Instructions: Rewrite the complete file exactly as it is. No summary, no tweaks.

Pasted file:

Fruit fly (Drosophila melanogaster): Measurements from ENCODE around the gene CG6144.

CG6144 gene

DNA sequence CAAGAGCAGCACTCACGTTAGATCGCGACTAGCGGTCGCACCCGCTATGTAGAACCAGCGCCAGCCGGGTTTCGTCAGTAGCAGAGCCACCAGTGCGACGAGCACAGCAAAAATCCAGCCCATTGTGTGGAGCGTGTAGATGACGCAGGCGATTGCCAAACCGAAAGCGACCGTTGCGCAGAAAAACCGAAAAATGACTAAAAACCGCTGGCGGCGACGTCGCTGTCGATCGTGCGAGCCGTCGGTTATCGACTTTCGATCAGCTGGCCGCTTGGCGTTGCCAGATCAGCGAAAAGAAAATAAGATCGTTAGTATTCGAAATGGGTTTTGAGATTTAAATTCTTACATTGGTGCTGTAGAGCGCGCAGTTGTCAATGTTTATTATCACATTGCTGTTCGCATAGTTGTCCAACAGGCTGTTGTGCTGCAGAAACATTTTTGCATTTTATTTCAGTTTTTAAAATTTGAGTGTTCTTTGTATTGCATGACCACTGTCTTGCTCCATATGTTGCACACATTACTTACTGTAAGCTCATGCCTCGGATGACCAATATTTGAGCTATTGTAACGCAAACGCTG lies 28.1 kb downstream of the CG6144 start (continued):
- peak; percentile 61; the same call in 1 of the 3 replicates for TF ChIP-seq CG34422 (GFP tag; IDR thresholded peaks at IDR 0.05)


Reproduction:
Fruit fly (Drosophila melanogaster): Measurements from ENCODE around the gene CG6144.

CG6144 gene

DNA sequence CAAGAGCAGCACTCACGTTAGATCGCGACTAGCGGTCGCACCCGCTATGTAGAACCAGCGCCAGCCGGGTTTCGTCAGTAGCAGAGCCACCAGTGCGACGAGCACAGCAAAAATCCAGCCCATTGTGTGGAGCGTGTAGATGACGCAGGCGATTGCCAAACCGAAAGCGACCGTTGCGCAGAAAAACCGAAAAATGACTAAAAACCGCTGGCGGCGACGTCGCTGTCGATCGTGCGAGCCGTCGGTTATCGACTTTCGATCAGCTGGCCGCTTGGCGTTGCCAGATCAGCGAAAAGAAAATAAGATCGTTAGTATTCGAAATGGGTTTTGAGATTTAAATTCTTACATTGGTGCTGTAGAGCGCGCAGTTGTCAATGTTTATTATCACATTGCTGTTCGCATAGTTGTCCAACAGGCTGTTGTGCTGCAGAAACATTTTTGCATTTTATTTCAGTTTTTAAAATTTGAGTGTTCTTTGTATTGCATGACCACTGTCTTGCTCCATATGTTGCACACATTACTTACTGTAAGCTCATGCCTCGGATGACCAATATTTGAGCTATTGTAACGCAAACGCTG lies 28.1 kb downstream of the CG6144 start (continued):
- peak; percentile 61; the same call in 1 of the 3 replicates for TF ChIP-seq CG34422 (GFP tag; IDR thresholded peaks at IDR 0.05)